I'm Rachel McAdams, a Badass Skinny White Girl
Rachel McAdams is goddamn intoxicating. She is spunk and wit, a motherfucking firecracker that blows up (from a safe distance) in Morningly Glory. She is adorable as hell here, smart and ditsy, a heartmelt smile that dazzles, goofy and bumbling without being dumb. And sweet terrible Moses, she can fill out a pair of underwear. She's been decent to good in the past, though she still carries with her the mark of The Notebook. In Morning Glory she conquers the screen, all Lucille Ball and and Annie Hall, making the case that she's the next great romantic comedy heroine, one who eschews high concept in favor of narrative. In Morning Glory, she's found a winsome, lightweight story to tell. Indeed, if there were more chick flicks like Morning Glory, "chick flick" wouldn't be such a derogatory label.
McAdams is Becky Fuller in Morning Glory, hard-driven, spunky go-getter executive producer of a New Jersey morning show who is let go when the company downsizes. She takes up her lot with Daybreak, a struggling national morning show, perpetually behind the big three in the ratings. She enthusiastically rambles into the position behind the support of the network higher-up (Jeff Goldblum), who sees her as a last resort, an exec producer with no pedigree but a lot of pluck, who'll either save the show or finally put it out of its misery.
On her first day on the job, she shit-cans the male co-anchor on the show (Ty Burrell), a hack and a sexual harassment suit waiting to happen. To replace him, Becky turns to veteran Pulitzer-Prize winning newsman, the humorless Mike Pomeroy (Harrison Ford), who is riding out his contract after he was kicked from the nightly news desk for a younger, more charismatic anchor. Becky sells Mike as the cornerstone of her "Daybreak" relaunch, but Mike -- stuck in Dan Rather mode -- is an unwilling accomplice, refusing to engage in morning show banter with his female co-host, Colleen Peck (Diane Keaton), a "Daybreak" institution who rose from the ranks of beauty pageants 40 years ago.
There's also a minor romantic subplot with Adam Bennett (Patrick Wilson, whose junk is -- for once -- spared), a colleague in another section of the network's news division. That the romantic plot would be relegated to a supporting narrative is part of what sets Morning Glory apart from so many other women-in-the-workplace romantic comedies. There are a few nods to the fact that Becky is a workaholic, but in many ways, Morning Glory embraces it without demeaning the love story. Bennett, atypical of the romantic leads in these movies, doesn't compete with the job -- he's supportive without being emasculated -- while McAdams is never reduced to the shrewish no-life future cat lady common in gendered comedy. It's taken a while, but romantic comedies may be catching up to the 21st century realities.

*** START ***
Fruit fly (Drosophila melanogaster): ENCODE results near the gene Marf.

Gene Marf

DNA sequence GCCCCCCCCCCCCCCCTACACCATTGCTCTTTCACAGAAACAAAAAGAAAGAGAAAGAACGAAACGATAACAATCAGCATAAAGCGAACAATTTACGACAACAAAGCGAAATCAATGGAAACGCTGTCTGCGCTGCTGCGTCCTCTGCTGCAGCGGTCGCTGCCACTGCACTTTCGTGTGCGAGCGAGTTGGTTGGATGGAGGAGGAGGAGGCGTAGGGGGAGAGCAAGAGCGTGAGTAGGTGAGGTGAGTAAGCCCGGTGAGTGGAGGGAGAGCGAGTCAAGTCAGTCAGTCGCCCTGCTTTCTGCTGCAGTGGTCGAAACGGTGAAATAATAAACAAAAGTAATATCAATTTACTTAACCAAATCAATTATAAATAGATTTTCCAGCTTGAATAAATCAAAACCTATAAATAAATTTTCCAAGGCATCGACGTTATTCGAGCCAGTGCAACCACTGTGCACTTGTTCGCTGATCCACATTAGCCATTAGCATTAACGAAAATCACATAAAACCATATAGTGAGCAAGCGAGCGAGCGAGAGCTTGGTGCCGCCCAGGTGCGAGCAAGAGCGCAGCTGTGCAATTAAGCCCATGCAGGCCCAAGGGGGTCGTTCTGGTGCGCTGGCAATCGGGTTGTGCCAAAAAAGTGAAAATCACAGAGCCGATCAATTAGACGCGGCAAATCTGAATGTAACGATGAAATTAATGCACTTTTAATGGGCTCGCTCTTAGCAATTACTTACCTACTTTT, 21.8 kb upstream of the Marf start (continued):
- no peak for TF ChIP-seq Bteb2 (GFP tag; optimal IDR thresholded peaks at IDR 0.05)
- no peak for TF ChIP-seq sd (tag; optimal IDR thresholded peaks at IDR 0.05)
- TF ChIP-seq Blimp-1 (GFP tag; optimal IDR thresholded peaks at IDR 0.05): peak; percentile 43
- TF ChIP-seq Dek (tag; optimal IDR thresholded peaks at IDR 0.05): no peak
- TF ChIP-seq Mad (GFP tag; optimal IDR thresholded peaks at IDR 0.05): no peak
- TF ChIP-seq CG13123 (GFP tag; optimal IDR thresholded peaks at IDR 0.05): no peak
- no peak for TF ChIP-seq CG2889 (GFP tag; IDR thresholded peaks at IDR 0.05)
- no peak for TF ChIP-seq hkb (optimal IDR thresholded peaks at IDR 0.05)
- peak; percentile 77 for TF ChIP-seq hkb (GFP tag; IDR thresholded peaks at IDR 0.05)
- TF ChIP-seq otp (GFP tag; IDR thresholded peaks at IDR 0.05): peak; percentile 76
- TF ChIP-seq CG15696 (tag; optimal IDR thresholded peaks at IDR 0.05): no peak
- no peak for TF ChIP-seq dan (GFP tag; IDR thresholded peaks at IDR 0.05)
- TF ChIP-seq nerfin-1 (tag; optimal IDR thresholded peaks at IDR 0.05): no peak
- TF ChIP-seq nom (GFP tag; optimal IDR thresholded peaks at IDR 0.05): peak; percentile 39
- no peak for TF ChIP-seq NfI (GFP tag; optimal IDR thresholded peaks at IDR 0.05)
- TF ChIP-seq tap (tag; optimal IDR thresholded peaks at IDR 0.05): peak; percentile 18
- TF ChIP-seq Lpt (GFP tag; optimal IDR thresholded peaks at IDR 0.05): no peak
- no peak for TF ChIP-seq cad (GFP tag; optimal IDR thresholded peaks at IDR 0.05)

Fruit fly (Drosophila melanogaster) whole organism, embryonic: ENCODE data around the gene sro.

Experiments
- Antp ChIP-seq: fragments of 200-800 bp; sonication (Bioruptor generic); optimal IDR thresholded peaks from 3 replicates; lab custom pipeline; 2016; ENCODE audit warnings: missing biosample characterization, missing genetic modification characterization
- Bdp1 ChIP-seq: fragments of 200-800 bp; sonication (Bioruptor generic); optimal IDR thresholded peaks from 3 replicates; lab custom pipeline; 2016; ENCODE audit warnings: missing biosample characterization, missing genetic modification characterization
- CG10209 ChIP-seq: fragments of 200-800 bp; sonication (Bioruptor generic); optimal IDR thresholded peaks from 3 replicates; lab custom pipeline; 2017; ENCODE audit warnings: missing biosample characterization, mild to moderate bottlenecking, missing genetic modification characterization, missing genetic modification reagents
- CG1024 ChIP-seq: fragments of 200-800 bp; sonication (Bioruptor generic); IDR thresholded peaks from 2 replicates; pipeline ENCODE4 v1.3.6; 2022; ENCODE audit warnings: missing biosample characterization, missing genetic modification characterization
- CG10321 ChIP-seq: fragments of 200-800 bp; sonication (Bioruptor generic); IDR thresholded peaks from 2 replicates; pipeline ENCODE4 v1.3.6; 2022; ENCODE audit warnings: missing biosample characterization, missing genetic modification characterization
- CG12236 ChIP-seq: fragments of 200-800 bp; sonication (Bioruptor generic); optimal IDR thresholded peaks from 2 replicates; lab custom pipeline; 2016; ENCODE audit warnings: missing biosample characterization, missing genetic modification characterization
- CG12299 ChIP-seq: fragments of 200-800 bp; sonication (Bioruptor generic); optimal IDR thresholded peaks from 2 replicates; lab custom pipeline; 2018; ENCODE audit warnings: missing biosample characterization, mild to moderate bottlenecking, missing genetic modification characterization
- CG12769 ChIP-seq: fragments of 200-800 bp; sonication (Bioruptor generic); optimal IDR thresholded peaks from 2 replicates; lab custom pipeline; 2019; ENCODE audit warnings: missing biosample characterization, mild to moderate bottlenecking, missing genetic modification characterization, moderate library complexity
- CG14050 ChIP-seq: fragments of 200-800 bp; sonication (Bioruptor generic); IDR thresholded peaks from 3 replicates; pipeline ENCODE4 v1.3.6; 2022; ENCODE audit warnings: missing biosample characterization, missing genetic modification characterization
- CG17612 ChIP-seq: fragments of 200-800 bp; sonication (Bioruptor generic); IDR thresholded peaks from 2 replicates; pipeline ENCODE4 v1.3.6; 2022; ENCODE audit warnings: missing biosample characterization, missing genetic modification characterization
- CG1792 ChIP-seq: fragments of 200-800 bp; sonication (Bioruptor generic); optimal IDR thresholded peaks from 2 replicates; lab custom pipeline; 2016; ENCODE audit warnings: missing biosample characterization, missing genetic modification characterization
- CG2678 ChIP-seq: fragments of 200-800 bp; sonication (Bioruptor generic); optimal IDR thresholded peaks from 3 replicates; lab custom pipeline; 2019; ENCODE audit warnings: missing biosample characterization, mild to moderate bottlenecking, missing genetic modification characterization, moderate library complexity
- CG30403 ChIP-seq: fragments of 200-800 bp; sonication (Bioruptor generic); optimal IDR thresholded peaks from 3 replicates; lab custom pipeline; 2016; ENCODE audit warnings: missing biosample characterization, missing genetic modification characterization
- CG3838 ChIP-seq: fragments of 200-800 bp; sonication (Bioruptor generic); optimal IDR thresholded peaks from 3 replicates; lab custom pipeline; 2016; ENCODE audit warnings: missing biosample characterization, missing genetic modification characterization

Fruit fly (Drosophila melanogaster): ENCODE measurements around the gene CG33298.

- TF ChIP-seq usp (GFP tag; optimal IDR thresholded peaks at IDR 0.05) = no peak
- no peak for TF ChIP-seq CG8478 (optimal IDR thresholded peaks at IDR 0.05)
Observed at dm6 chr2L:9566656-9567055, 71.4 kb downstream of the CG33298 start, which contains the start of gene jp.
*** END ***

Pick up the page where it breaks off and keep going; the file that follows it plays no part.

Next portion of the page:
McAdams, harried with bangs perpetually in her face, steals Morning Glory, breathing so much chirpy life into Aline Brosh McKenna's script (The Devil Wears Prada) that it's hard to detect its faults, making it easy to gloss over the occasionally vapid moment and forgive the film when it careens off the rails near the end before jumping back onto its Lady-Rocky formula. It's a lively movie that floats along on McAdams energy and a feel-good soundtrack, as well as the surprisingly well-cast John Pankow (who most remember as Ira Buchman in "Mad About You"). It's not a thematically heavy movie, but it does gently explore where the line is moving between news and entertainment, trying to find a workable model between Network and TMZ. Harrison Ford, reprising his late career curmudgeonliness, provides for a decent foil, too, one not willing to compromise on his own outdated vision until he sees the value in it, while Diane Keaton is there, really, to hand over the reins of her career to McAdams, a worthy successor.
Morning Glory is not, however, a perfect movie nor does it rise to the same league as Broadcast News. But it is a movie that entertains without insulting your intelligence. It's formulaic, but it has exceptional rhythm, enough so that you want to accentuate the positives of the experience and float through it on the tenacious charisma of McAdams.
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